Culver City Observer -

Intergenerational Writers Workshop Keeps On Getting Better

 

March 12, 2015

Jill Thomsen

Sixth Graders from Turning Point School participate in the Intergenerational Writers Workshop.

By Sandra Coopersmith

Features Writer

Enlightening, inspiring, imaginative, intriguing and hopeful describe this year's first quarter, thanks to my participation in the Intergenerational Writers Workshop.

It's the collaboration between senior volunteers assembled by Jill Thomsen, Volunteer Specialist at the Culver City Senior Center, and sixth-graders from Turning Point School.

The six one-hour Wednesday morning sessions began January 21 and ended March 4, with February 11 dark.

The four meetings at the center were interspersed with two at the school and involved 44 sixth-graders, five teachers (Kirsten Huppler, Diana Bender, Pat Colley, Stephanie Grissom, and Whitney Gallagher) and 10 senior volunteers (Ilene Cohen, Marilyn Russell, Ruby Trenton, Marty Schatz, Francesca Mastro, Linda Mothner, Dorothy Lawshe, Lillian June Davis, Janet Rohrbacher and me).

At our first session we split into five table groups, mine with Ms. Huppler, Ruby, and students Emma, Audrey, Sofia, Gemma, Micah, Jaden, Skyler, Brennan and Toshi, and shared six-word stories we'd created in advance about our lives. I had to chuckle when I heard the sixth word with which one student succinctly ended hers: "etc."

We then started reading "The Man Who Planted Trees," about one man's lengthy single-handed effort to reforest a desolate area in the Alps during the first half of the 20th century.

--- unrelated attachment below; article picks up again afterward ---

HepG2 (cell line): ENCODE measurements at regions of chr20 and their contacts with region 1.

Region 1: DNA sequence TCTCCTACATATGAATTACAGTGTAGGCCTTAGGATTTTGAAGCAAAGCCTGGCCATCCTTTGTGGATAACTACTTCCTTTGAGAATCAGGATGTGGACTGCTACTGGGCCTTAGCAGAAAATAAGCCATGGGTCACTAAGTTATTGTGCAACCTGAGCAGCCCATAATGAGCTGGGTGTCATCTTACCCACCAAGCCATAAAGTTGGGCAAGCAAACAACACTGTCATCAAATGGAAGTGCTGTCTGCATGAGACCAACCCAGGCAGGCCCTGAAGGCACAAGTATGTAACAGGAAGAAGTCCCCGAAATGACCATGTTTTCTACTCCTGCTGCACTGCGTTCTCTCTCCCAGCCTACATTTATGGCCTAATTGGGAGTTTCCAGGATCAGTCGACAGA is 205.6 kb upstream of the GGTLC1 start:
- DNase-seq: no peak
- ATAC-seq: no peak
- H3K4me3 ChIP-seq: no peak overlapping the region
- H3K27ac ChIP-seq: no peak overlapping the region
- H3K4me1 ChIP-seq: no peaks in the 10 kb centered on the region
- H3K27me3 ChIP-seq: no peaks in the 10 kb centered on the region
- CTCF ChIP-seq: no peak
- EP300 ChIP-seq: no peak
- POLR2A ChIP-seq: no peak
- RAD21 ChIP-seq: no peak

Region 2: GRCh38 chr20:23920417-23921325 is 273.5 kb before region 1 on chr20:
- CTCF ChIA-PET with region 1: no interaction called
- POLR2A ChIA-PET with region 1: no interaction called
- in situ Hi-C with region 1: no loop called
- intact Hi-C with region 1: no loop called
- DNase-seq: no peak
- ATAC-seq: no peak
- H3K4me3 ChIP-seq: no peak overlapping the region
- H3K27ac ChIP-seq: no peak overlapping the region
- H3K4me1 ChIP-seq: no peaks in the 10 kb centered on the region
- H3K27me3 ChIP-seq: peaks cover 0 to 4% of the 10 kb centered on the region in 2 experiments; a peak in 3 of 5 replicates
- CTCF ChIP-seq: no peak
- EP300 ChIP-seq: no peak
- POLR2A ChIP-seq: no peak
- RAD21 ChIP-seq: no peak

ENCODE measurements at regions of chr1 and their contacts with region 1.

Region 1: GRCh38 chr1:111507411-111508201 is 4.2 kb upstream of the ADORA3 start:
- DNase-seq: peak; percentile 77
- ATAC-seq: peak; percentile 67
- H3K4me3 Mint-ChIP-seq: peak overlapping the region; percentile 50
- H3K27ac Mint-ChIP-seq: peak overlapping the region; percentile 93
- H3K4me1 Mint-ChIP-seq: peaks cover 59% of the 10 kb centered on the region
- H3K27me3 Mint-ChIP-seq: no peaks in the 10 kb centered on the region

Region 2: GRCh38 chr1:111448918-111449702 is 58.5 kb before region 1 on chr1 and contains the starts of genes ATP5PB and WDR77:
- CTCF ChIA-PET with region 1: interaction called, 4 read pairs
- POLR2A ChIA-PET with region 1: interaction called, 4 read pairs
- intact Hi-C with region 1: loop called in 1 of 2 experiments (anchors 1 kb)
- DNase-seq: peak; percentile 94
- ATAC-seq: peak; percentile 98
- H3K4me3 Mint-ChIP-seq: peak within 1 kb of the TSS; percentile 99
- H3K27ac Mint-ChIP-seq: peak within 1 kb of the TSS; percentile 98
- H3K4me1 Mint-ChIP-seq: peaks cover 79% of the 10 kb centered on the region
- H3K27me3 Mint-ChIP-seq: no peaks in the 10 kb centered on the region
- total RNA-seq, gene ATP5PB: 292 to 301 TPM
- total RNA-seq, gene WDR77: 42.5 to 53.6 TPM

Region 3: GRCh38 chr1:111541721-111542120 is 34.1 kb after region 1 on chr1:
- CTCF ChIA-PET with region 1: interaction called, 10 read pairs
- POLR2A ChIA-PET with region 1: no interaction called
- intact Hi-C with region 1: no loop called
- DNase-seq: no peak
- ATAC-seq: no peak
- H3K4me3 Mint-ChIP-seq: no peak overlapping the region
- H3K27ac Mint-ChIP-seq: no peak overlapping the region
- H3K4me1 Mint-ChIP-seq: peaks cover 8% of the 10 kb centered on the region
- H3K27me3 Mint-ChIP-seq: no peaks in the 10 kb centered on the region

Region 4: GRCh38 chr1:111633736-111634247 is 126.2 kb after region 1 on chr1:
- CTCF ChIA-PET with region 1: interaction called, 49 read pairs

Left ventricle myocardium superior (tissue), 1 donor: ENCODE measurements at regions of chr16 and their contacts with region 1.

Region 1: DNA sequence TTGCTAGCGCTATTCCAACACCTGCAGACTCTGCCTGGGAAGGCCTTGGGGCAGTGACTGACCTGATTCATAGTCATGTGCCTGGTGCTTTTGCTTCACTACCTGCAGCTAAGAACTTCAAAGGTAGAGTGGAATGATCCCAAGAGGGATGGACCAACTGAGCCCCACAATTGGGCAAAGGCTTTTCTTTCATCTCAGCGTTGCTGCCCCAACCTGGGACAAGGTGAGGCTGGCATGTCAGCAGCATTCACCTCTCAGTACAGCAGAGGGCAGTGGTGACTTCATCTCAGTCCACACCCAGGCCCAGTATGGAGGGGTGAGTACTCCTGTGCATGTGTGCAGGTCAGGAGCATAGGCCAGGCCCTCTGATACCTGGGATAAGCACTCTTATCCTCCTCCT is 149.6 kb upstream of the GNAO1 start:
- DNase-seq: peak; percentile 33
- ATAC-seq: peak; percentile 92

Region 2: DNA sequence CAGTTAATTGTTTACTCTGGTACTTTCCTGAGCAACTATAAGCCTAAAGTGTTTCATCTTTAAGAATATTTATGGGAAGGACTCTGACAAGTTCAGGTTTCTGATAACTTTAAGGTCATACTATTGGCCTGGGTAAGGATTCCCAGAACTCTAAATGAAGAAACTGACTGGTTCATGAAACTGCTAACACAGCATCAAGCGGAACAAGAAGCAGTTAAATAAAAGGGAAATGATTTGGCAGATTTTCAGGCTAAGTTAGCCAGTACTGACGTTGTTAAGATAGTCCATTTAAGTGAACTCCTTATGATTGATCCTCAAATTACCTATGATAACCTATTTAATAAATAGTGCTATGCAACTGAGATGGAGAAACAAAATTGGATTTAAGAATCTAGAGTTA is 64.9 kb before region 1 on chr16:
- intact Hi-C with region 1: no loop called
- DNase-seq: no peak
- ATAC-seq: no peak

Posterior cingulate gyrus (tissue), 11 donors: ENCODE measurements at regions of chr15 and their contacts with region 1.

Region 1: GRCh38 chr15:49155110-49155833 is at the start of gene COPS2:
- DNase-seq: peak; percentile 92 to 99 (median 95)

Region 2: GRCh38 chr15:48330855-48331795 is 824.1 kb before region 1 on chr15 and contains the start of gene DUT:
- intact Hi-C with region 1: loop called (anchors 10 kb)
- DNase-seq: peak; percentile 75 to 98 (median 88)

Homework: Finish reading the approximately 4,000 word story, choose one sentence that captured a core idea of the story, one phrase that moved, engaged or provoked us, one word that captured our attention or struck us as powerful, and explain our choices.

At our second session we shared our homework and the insights derived, followed by a "chalk talk" based on Gandhi's maxim, "Be the change you want to see."

Each table received a large sheet of paper on which to write what we felt that saying meant, followed by discussion of our impressions. Homework: Think about a change we'd like to see and felt we could bring about in our community and find a photograph illustrating it to email to Ms. Huppler, who would prepare a slide show for the next meeting.

The groundwork had been laid for personal commitment.

At Turning Point for the third session I was fascinated by the technology displayed, such a far cry from my school days. A large whiteboard served as a screen for the photos, which were projected from Ms. Huppler's computer. As I watched her touch the board to change images I wondered what extraordinary advances will have occurred by the time the children of these students are in school. And will the same problems exist, will they have been resolved, or will a whole new slew have been introduced?

We were instructed to think about how the photos made us feel, how the issues they depicted affected the community, and how we could promote a change specific to those issues, with 90 seconds to jot down our thoughts as each photo appeared.